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The World by 2000: what’s the true score?

by Jay Gary

Across the world today, corporate planners, visionaries and telecommunications experts from New York to Bombay are strategizing toward the year 2000. They are working from different places and through different companies, yet they share a common goal: universal telephone access by AD 2000. They are convinced everyone in the world should have access to a telephone by the close of the century. At the rate they re going, they just might succeed.

Meanwhile, the World Health Organization has adopted the slogan safe drinking water for all by AD 2000 And the Food and Agriculture Organization is working for adequate food for all by AD 2000.

As the close of this century approaches, Christians, as well, are setting goals for 2000. Since 1976, the Southern Baptist Foreign Mission Board has been aggressively working on a strategy to reach every living person in the world with the gospel by the year 2000. This year alone they hope to raise a whopping $160 million to finance their all-time high of 3,720 missionaries overseas. More than a dozen sister denominations overseas are coordinating their mission efforts with the Southern Baptists in this worldwide movement. Called Bold Mission Thrust, their program might be one of history s most daring, most organized, most detailed and most extensive evangelistic plans.

Another countdown strategy comes from the U.S. Center for World Mission. For the past eight years, Dr. Ralph Winter, its founder and director, has backed the slogan, A Church for Every People by the Year 2000. When asked if it s really possible to reach the world by that date, Winter replies, I am absolutely convinced that it s perfectly possible. But it s utterly impossible if no one lifts a finger. It s utterly simple if everybody who believes in Christ truly gets involved.

Calling the church to finish the task of world evangelization by the turn of a century is nothing new. In the summer of 1885, D.L. Moody, the famous evangelist, convened a Bible conference in Northfield, Mass. where he proposed that a council representing all evangelical churches be formed solely to plan a worldwide campaign in order to proclaim the good tidings to every living soul in the shortest time. Three days later, this council presented to the conference a systematic plan to evangelize the world so that the whole present population of the globe would have heard the glad tidings by 1900.

Dr. David Barrett, author of the World Christian Encyclopedia and a researcher in world evangelization with the Foreign Mission Board of the Southern Baptist Convention, says, The century 1871 to 1971 saw at least 60 major clarion calls like Moody’s to evangelize the world by a certain date. The history of world evangelization is littered with hundreds of well-intentioned plans and pronouncements that aroused enormous interest but then came to nothing. Barrett documents that more than 300 plans to evangelize the world have been put forward during the past 45 years. They include Evangelism in Depth, Latin America Mission s program of the 60s; the I Found It campaign by Campus Crusade in the 70s; and the recently announced The World by 2000, an effort by the three largest Christian radio organizations to broadcast the gospel in languages everyone can understand. While many of these 300 plans are either gone or clearly on the wane, most are st ill being pursued today, though often in relative isolation from each other.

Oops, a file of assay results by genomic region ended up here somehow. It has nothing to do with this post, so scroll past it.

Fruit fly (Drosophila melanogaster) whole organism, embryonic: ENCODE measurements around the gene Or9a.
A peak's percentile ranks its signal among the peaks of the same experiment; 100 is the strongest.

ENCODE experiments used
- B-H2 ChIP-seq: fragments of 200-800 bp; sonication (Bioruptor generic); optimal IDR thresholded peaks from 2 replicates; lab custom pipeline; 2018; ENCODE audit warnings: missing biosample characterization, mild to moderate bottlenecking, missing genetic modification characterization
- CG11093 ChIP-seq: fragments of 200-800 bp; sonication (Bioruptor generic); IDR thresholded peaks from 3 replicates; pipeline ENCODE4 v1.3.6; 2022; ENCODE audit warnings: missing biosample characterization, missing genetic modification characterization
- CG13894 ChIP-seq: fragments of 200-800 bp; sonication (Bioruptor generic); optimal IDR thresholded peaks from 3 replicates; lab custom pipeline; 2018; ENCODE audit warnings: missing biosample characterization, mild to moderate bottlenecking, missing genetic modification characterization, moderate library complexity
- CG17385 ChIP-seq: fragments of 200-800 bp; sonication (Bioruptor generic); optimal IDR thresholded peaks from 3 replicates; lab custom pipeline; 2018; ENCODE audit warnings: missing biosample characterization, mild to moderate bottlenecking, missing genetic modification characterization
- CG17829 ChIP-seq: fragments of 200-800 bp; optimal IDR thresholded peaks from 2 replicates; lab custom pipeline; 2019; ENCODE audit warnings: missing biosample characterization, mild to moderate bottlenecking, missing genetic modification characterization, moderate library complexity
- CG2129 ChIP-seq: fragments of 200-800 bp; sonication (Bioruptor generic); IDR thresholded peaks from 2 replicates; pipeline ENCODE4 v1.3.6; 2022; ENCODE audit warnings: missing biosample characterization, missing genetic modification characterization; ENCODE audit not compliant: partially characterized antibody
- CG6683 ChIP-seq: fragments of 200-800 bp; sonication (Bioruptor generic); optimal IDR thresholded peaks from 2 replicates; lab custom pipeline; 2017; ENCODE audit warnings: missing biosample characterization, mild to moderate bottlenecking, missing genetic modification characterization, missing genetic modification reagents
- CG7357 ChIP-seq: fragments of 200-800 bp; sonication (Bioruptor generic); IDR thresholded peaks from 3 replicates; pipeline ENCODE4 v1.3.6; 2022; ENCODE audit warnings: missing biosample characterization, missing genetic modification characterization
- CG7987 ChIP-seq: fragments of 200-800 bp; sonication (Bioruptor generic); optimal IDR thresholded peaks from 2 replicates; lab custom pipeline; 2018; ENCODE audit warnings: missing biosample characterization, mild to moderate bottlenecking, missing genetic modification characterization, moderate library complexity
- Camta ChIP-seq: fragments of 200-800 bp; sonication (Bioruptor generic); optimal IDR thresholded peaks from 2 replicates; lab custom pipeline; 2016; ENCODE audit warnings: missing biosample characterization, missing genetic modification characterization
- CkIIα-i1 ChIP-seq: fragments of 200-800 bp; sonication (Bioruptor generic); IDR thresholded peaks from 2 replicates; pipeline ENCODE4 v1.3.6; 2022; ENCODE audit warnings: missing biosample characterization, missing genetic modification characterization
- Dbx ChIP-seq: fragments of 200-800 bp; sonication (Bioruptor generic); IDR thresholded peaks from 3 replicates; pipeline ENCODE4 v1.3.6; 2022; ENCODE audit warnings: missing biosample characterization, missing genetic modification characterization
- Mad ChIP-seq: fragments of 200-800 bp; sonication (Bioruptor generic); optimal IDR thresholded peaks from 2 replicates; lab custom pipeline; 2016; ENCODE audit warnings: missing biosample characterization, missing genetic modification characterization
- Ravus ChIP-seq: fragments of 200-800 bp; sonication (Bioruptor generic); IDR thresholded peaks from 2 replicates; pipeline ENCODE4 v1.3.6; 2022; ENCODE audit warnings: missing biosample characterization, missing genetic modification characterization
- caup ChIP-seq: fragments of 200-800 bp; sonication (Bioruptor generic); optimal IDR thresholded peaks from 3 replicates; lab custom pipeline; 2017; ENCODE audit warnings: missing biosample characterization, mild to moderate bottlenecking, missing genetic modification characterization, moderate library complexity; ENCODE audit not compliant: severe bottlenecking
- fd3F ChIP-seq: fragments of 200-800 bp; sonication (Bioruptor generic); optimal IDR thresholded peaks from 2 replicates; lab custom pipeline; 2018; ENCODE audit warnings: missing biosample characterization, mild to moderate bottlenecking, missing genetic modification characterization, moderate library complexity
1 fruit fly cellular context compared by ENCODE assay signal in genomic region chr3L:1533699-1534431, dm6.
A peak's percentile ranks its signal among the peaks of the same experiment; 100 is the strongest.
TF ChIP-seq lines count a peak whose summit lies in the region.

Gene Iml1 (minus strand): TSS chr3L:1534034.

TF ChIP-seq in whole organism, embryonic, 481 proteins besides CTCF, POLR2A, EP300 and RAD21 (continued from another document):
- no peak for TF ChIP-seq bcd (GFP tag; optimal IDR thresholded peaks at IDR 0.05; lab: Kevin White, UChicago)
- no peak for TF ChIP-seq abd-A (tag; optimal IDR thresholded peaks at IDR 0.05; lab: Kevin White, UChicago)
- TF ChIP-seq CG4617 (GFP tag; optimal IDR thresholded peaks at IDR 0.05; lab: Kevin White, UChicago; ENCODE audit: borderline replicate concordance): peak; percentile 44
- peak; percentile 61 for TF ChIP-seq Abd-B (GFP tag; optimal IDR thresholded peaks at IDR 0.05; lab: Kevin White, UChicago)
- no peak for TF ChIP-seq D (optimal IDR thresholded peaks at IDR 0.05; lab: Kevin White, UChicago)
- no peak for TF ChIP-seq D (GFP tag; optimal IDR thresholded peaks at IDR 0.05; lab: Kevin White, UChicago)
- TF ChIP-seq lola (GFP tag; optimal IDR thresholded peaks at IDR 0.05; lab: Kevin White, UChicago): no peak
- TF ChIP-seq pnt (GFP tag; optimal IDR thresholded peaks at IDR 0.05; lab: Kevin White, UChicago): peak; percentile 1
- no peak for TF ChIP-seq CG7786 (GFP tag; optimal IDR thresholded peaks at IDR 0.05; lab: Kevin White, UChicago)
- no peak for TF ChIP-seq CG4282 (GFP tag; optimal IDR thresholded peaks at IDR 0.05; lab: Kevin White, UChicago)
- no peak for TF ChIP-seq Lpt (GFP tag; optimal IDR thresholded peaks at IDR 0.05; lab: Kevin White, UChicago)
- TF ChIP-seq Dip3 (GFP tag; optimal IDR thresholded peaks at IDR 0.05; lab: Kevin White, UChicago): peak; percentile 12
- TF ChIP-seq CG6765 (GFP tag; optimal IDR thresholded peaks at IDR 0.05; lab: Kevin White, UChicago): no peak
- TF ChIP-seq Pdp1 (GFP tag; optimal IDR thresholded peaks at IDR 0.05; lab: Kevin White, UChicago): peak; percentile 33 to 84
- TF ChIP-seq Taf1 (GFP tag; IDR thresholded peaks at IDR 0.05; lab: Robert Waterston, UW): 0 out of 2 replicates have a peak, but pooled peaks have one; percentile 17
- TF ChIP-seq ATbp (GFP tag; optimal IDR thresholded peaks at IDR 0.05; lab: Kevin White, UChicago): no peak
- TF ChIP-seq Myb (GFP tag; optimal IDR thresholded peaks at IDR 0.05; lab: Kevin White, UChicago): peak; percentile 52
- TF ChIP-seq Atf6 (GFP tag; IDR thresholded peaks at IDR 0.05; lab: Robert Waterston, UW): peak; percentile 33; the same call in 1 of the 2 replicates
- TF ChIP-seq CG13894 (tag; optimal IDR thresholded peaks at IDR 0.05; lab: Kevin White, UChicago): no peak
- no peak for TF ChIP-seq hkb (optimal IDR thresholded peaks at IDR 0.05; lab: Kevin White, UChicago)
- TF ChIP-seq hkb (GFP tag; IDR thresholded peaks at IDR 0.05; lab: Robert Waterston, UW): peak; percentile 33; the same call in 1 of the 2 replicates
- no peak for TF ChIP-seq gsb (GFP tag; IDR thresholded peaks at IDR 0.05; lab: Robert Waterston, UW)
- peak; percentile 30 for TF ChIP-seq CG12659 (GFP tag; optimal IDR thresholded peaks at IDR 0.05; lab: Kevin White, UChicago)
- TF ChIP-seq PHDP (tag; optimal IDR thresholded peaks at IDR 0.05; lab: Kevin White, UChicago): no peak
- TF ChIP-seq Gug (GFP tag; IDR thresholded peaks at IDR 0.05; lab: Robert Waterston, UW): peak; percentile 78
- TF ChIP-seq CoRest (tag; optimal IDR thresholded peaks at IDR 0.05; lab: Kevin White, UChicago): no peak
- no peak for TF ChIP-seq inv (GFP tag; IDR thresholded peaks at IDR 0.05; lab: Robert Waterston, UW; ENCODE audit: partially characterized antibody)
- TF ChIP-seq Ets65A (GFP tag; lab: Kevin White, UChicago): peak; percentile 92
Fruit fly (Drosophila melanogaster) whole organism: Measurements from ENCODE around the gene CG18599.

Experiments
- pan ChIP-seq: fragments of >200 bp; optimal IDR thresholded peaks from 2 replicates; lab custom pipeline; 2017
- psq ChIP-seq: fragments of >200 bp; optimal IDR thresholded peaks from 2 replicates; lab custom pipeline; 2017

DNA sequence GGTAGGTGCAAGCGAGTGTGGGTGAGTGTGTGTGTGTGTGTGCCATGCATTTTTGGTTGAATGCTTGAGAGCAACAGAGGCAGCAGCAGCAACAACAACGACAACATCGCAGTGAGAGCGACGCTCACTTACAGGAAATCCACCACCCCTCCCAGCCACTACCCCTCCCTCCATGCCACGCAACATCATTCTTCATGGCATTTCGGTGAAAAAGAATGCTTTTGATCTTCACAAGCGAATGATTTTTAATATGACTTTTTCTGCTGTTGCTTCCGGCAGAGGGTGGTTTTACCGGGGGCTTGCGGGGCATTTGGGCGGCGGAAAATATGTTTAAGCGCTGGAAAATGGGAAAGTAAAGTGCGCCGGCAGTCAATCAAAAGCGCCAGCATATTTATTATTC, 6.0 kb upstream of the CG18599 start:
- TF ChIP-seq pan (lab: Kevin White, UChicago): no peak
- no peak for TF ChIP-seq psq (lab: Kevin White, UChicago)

Will these present plans to evangelize the world fizzle out as countless others have? What s the chance that every individual on this planet will have a reasonable opportunity to respond to the gospel of Jesus Christ by the year 2000? The answer to t his question may surprise you.

Look at the Scoreboard

Every four seconds, the enormity of the task of world evangelization increases by 10 people because across the world that many babies are born. According to the United Nations Population Division, two billion new people will probably enter the world between the years 1975 and 2000. This trend is likely to continue into the first quarter of the 21st century. After 2025, however, authorities say the rate of new births per quarter is expected to taper off, as a result of worldwide economic development and declining birth rates. What significance does this have for world evangelization? The challenge is this: never before and perhaps never again in the history of the world will so many people who need to be evangelized be born during a 40-year period.

How is the church doing in keeping pace with the world? The figure above shows the relative progress of world evangelization during this century. The Christian population is just barely keeping even with world population; in other words, about 33 per cent of the world’s population during the period from 1970 to 1986 has been Christian. (These figures refer to all professing Christians in all branches of the Christian faith, as enumerated in Barrett s World Christian Encyclopedia.)